NOTE: While the Church History Library remains closed to the public, we’re excited to announce that the Church History Library reading room in Salt Lake City has reopened on an appointment basis starting Tuesday, July 6, 2021. Information on our hours and how to schedule a reading room appointment is available on our Plan Your Visit page.
The Church History Library building in Salt Lake City, Utah, was completed in 2009. It is a state-of-the-art facility designed to collect and preserve materials by or about The Church of Jesus Christ of Latter-day Saints and its members. These records come from many different sources and represent numerous points of view. The collection consists of manuscripts, oral histories, architectural drawings, periodicals, maps, and other materials, including the following:
- 375,000 books, pamphlets, magazines, and newspapers
- 150,000 collections of original, unpublished records (journals, diaries, correspondence, minutes, etc.)
- 4.6 million patriarchal blessings for Church members
- 15,000 photograph collections
- 70,000 audiovisual items
The collection continues to grow annually and is a prime resource for the study of Church history.
The library provides archival storage and public access for these materials. It has 10 main storage rooms that are kept at 55 degrees Fahrenheit and 35 percent relative humidity. Two special rooms are kept at -4 degrees Fahrenheit and 0 percent humidity for color motion picture films, early photographs, and other fragile records.
The Church History Catalog is the library’s portal to its collection. Using the catalog’s search features, you can find records, view digitized items, and experience audiovisual materials. The Church History Catalog also contains helpful information about using the catalog as well as links to research guides, research assistance, and featured collections.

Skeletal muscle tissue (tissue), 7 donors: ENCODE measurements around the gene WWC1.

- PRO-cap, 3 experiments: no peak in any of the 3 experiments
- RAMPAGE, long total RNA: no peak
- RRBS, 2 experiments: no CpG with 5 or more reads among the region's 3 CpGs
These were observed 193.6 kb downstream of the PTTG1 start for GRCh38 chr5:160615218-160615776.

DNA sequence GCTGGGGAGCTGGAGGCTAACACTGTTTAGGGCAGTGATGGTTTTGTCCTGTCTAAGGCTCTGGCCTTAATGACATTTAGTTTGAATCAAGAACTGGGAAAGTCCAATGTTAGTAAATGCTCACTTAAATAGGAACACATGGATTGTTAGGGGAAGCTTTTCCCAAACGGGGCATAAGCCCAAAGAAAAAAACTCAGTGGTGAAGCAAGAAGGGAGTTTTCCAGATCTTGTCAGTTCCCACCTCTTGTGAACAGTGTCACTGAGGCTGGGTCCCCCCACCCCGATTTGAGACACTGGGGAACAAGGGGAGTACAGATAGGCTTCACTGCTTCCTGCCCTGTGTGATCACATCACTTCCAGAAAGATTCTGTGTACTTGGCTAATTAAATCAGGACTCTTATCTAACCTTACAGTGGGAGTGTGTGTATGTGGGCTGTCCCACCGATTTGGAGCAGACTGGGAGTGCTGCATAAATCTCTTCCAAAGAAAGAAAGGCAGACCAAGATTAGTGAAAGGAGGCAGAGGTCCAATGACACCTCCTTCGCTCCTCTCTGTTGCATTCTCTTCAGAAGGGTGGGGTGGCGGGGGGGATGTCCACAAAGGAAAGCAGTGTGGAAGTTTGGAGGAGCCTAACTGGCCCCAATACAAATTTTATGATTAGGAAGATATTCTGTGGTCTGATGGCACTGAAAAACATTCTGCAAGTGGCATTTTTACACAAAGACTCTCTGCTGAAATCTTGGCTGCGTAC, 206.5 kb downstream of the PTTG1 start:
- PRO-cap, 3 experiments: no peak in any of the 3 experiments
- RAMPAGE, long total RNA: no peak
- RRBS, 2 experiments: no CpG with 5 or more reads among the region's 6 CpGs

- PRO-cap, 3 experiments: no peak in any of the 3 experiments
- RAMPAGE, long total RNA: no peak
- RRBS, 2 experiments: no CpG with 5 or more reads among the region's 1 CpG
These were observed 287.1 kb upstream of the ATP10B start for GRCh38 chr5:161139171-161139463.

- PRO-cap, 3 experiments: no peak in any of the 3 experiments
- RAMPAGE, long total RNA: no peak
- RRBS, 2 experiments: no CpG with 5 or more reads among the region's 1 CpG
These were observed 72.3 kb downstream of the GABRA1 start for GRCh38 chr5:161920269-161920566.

In addition to the Church History Catalog, the library creates and manages research tools and databases to help researchers of all types, including scholars, authors, and family historians. For example, the Missionary Database contains records of thousands of full-time missionaries who served between 1830 and the mid-1900s. And the Pioneer Database documents more than 61,000 pioneers and their companies who crossed the plains between 1847 and 1868.
The Church History Library also maintains a blog, The Historical Record, which publishes frequent posts about library collections and their history, research tips, and other useful topics. The blog also features several series of related blog posts that discuss topics in greater detail, such as our series on the Journal of Discourses.
Most of the building is composed of storage and staff workspace, but there are public areas of the building where visitors can see priceless historical treasures and attend presentations on Church history. For example, some of our most important artifacts are on display in the Foundations of Faith exhibit. All of these items—and several more—are highlighted in the virtual Foundations of Faith exhibit on the library website.
Information about library location, hours, and parking is available on the Plan Your Visit page of the Church History Library website.
For more videos highlighting events from Church history and the work of the Church History Department, check out our YouTube channel.